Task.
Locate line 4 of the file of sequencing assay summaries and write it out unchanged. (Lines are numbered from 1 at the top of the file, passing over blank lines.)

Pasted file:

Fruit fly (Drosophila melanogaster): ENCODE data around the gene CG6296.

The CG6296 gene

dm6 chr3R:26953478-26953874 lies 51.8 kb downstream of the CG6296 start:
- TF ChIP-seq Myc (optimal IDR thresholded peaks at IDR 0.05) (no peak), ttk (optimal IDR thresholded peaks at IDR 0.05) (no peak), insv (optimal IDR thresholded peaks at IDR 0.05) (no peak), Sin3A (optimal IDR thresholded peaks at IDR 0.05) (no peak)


- TF ChIP-seq Myc (optimal IDR thresholded peaks at IDR 0.05) (no peak), ttk (optimal IDR thresholded peaks at IDR 0.05) (no peak), insv (optimal IDR thresholded peaks at IDR 0.05) (no peak), Sin3A (optimal IDR thresholded peaks at IDR 0.05) (no peak)